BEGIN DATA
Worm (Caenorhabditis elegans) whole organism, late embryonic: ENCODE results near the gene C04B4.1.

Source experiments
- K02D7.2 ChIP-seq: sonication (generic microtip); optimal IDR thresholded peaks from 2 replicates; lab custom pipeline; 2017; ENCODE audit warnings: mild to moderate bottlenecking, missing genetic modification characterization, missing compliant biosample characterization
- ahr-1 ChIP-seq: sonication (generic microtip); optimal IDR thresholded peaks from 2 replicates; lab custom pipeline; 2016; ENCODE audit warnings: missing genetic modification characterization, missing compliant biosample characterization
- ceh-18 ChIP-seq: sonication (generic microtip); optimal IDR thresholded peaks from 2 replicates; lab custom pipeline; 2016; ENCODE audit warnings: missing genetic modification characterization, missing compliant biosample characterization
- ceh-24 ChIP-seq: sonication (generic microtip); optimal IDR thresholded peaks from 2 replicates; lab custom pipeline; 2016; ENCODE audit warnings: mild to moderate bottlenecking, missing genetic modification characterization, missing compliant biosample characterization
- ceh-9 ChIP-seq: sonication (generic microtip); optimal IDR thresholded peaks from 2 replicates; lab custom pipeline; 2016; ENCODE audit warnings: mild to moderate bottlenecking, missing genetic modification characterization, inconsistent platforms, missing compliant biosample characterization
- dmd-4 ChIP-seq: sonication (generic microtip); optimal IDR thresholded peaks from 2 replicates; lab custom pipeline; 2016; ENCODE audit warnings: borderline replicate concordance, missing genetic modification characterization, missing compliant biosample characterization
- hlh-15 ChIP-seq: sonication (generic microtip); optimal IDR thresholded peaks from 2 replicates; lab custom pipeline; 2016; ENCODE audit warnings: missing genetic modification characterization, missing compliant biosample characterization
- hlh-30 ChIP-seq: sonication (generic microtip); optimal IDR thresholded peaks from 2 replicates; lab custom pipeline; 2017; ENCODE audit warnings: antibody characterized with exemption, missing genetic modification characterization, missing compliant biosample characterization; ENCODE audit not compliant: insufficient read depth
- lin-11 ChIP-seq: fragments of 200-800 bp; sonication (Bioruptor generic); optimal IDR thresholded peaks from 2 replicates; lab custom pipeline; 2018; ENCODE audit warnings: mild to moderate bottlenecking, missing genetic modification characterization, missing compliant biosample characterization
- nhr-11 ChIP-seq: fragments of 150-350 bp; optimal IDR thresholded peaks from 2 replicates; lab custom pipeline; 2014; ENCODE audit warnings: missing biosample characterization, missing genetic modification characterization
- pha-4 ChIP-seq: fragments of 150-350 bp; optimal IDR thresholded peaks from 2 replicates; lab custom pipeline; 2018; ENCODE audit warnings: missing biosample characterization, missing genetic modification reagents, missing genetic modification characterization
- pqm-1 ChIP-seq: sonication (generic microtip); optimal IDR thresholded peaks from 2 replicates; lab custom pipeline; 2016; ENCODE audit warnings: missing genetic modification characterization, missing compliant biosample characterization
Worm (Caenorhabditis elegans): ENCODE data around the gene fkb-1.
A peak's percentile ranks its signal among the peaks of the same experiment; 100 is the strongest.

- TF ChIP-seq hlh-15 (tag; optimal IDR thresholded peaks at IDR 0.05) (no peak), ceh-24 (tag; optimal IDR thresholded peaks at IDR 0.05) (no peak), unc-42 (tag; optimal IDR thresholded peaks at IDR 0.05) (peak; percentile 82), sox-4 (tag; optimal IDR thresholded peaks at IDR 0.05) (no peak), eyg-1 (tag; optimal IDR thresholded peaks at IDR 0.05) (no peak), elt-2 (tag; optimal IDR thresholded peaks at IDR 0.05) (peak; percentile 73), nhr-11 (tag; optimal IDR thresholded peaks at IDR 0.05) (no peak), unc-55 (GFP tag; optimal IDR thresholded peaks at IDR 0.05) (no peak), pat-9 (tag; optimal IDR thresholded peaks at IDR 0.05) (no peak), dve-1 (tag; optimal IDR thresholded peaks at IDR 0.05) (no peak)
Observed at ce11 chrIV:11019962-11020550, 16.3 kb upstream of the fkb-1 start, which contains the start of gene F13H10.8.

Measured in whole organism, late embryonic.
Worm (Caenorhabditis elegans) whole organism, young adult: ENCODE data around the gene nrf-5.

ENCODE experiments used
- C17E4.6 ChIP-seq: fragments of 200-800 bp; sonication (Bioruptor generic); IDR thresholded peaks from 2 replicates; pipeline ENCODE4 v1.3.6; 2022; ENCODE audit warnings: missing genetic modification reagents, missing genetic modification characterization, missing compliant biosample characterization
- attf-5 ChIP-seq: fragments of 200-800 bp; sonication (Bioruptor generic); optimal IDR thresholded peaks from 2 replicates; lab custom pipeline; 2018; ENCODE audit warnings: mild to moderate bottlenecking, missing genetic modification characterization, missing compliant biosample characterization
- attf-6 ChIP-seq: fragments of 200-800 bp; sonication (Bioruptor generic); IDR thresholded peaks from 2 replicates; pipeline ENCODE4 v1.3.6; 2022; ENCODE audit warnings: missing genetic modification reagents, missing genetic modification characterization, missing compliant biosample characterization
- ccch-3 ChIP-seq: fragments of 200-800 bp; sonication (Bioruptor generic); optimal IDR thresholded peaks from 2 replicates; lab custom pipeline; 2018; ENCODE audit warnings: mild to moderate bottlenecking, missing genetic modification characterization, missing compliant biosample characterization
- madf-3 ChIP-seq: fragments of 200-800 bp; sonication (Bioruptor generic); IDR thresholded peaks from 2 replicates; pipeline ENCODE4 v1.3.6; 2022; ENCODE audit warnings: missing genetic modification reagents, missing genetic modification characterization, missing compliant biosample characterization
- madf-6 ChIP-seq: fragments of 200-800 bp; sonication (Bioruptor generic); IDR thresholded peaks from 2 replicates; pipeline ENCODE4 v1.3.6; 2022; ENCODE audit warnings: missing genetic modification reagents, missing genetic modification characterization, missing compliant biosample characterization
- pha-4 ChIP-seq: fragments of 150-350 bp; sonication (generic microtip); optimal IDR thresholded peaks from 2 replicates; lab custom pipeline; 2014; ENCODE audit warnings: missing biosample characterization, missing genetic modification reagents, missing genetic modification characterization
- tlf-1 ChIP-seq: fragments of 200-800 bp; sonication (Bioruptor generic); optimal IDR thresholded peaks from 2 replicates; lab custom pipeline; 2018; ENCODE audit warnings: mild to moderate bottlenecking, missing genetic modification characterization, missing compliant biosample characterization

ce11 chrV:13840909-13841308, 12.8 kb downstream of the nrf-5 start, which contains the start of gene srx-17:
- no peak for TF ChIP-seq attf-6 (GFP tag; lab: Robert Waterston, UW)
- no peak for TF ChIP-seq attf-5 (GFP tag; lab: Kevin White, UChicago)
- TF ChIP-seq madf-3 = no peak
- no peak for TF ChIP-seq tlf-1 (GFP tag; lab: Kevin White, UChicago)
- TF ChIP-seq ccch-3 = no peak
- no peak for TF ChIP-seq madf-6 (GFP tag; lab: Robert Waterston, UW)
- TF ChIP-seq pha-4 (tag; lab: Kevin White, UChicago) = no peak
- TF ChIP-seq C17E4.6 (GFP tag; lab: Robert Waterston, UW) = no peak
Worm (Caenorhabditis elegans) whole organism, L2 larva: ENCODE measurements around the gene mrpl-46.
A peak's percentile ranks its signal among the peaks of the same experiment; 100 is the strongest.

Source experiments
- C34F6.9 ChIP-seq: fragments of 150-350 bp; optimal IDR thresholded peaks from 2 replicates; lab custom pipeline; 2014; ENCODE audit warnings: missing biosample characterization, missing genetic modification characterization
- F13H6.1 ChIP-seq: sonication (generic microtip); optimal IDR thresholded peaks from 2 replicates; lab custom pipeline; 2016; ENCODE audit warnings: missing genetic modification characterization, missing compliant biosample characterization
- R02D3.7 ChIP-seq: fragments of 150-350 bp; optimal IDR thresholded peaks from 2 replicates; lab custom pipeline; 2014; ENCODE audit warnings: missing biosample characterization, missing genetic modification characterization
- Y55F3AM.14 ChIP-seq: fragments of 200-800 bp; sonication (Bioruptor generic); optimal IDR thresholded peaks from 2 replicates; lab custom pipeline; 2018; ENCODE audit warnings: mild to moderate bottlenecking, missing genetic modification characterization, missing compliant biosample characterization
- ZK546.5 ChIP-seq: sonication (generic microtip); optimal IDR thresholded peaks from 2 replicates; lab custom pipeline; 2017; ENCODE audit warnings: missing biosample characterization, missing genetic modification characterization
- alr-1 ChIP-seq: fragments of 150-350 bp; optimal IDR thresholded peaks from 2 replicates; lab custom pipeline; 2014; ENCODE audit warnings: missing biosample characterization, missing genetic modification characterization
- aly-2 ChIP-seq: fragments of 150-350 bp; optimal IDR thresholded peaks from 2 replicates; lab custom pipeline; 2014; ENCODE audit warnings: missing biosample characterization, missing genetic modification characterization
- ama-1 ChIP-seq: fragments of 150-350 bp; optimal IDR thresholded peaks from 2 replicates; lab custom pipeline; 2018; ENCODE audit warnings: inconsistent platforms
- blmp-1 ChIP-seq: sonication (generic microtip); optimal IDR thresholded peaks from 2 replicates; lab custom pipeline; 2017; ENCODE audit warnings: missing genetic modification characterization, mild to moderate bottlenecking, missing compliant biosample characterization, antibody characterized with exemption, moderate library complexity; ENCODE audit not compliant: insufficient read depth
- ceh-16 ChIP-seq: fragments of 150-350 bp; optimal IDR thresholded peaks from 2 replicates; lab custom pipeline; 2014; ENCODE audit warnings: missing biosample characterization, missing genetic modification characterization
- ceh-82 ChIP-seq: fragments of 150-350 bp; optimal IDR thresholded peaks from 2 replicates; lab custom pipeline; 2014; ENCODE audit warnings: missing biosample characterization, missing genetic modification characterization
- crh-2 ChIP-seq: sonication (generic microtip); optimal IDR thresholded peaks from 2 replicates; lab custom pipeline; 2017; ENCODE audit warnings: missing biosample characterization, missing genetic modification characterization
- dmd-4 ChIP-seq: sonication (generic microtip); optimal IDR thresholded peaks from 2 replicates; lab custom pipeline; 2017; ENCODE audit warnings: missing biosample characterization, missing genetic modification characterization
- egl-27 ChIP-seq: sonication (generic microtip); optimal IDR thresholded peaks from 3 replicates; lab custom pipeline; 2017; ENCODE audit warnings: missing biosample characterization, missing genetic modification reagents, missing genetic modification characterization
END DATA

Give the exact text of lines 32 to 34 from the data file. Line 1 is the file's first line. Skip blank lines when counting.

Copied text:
- no peak for TF ChIP-seq attf-5 (GFP tag; lab: Kevin White, UChicago)
- TF ChIP-seq madf-3 = no peak
- no peak for TF ChIP-seq tlf-1 (GFP tag; lab: Kevin White, UChicago)